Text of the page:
Effective DAM system

The adoption of digital asset management (DAM) by broadcasters has had a long gestation period, with many potential users failing to see a sound case for the investment. The problem is that original DAM products often came from a background of document management or image libraries and did not match broadcasters' needs.

Much has changed in the last five years. The biggest change has been the move from videotape-based to file-based post production and playout. By leveraging commodity IT infrastructure, more cost savings can be had than by the old linear tape methodology.

Videotape is a physical asset and can be managed by using traditional library methods, with numbered shelves and bar codes to track check in and check out. When content is handled as data, the assets become ephemeral or virtual. The management of these files or digital assets requires a DAM system that is designed specifically for broadcast requirements.

DAM and broadcast meet

Many of the early products used for broadcast were enterprise-scale, with associated costs. Broadcasters already attempting to absorb the cost of the move to HD and multichannel operation across multiple delivery formats could not see the ROI on the multimillion dollar systems. However, the multiple channel and format business can be made more efficient by using DAM, so many broadcasters are revisiting the financial case.

There are some issues with using enterprise DAM systems. They are deployed to handle the service side of a business, such as brand assets, documents and image libraries. In the TV industry, DAM has to handle the final product. That product comprises large files, only equaled in sectors like oil and gas exploration.

Conventional enterprise DAM is not designed to index and manage the storage of these large files without third-party add-ons. A DAM system alone may meet the needs of a program or news archive, but most broadcasting applications need allied workflow management.

Broadcast processes

Early adopters of DAM had large videotape repositories that they wanted to mine as a means to sell library assets or to manage a news archive. With the addition of a video indexing system, an enterprise DAM system could be adapted to fit the purpose. The advent of file-based workflows and multichannel delivery has led to a demand for more cost-effective and videocentric DAM systems.

Creating more programming for less money is impossible using the traditional processes of videotape. The scale of manual handling, real-time copying and constant QC checks required by tape has led broadcasters to adopt the methodology of IT systems in the search for cost savings.

Recently it has become apparent that workflow management and optimization are just as important as DAM in the migration to more efficient broadcast processes. Just as the office has moved on from document management and e-mail to adopt collaborative products such as Microsoft SharePoint, broadcasters have realized that efficient use of human resources is just as important as the program assets in creating a streamlined business.

What does a broadcaster want from DAM?

Some companies may want a system to manage an archive for internal use or the sale of stock footage. Some may need a system to manage content from acquisition to air. Others may need to repurpose for new media outlets such as IPTV or Web streaming. All these applications share a common trait but will need different application modules to support additional services.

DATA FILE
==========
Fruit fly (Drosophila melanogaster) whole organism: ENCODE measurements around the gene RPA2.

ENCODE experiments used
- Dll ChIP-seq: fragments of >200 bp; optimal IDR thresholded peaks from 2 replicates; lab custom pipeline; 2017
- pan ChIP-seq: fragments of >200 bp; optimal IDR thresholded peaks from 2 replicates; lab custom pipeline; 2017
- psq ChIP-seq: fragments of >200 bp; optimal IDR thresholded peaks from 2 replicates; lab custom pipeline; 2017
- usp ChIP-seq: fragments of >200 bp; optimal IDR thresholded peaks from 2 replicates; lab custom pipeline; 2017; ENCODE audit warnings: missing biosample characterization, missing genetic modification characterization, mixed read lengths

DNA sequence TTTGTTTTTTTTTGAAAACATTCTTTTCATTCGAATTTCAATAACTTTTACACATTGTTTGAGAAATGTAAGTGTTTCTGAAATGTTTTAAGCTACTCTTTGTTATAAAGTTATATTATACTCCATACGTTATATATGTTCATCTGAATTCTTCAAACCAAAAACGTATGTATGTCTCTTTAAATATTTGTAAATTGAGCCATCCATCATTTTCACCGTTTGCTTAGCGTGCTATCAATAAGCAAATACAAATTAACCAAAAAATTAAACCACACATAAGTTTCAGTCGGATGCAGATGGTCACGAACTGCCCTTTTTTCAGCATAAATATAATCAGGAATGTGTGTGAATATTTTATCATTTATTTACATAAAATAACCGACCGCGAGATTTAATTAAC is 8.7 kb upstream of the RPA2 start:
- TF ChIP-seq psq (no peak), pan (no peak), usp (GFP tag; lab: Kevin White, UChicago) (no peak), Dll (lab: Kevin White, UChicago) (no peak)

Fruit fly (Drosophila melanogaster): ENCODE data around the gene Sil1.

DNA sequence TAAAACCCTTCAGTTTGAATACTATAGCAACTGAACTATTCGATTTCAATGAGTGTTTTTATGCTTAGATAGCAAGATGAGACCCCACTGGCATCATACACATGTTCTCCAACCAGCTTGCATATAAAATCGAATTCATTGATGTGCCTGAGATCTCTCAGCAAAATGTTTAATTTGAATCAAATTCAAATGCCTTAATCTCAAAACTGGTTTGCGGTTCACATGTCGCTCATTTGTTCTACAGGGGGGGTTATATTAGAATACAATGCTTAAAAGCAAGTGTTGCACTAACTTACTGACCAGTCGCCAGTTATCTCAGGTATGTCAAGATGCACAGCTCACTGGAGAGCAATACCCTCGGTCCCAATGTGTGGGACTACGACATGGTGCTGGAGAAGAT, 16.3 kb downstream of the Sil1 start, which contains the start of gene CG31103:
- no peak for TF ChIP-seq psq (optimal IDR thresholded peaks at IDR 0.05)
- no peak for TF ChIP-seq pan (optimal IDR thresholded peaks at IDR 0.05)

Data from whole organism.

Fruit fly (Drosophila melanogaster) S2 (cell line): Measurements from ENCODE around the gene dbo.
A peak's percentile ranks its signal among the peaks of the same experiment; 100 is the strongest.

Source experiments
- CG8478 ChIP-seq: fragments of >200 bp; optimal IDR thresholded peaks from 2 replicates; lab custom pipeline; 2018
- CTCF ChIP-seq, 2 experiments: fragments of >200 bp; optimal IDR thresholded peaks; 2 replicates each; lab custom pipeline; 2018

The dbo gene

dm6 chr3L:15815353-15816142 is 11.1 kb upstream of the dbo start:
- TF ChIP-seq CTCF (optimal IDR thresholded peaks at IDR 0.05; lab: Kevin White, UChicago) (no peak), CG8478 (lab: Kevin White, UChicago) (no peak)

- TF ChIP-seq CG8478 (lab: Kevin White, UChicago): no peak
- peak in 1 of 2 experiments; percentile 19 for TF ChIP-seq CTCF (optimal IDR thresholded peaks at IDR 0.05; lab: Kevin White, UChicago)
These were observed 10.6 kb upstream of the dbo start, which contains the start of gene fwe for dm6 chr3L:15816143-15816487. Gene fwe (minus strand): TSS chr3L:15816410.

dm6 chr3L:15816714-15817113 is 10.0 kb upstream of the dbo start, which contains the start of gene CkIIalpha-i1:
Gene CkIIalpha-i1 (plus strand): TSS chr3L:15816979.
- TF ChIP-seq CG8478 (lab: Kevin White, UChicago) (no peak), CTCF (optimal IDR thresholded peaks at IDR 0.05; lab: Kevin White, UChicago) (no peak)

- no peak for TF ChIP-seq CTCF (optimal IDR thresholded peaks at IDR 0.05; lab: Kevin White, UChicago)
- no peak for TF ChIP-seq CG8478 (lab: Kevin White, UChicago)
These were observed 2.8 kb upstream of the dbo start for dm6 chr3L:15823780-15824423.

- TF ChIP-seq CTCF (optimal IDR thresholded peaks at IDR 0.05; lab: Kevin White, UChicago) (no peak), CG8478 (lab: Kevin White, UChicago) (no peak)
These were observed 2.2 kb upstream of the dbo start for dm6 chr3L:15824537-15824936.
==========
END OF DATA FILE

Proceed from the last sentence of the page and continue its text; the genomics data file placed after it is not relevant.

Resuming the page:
Not all products include the necessary features. To provide the full functionality, they need integration with third-party applications. The core of DAM is comprised of several modules to ingest, catalog, search, store and publish content. (See Figure 1 .)


As cameras migrate from videotape as the primary storage media, acquisition from solid-state memory presents an immediate application for DAM. The media has become a temporary cache, to be copied to a file repository so that the memory can be reused. There is no longer a handy box to keep the dope sheet with the tape. There is no label to scribble notes on.

The adoption of digital media, however, creates new opportunities. For example, a production assistant could use a PDA to add notes as metadata to a linked file. Registering assets may only be necessary to encode a browse copy with a reference to the original source media, much as offline editing is used with camera negative.


The DAM catalog comprises folders arranged in a schema to suit the needs of the broadcaster, along with a means of indexing the catalog to aid search and retrieval. Video and audio content does not readily provide the information for text searching, so the system must rely on the input of additional metadata by production staff members. This can be difficult, because it requires weaning personnel off the sticky note toward more formal keyboard entry.


For most users, the search portal is the main interface with DAM. This is used to find material, either via catalog or using a search. Results are typically displayed as a lightbox, with the facility to play a browse (low-resolution) instance of the asset.

The search portal can be used with NLEs, ideally to drag and drop clips from across the GUI into the timeline. Finished edits can be registered to the DAM from the same interface.


Unlike document management, the design of video storage systems is complex. At a reasonable cost, the system should be able to serve large files at high data rates. Systems over 50TB may well need special high-performance file systems, as office systems like NTFS and CIFS may not meet the requirements. A typical system may have four hierarchical layers: SCSI or Fibre Channel drives for editing full-resolution video, SATA or Serial Attached SCSI (SAS) for lower cost nearline spinning disks, an automated tape library for Super Advanced Intelligent Tape (SAIT) or LTO data tapes, and a low-cost deep archive of tapes on shelves.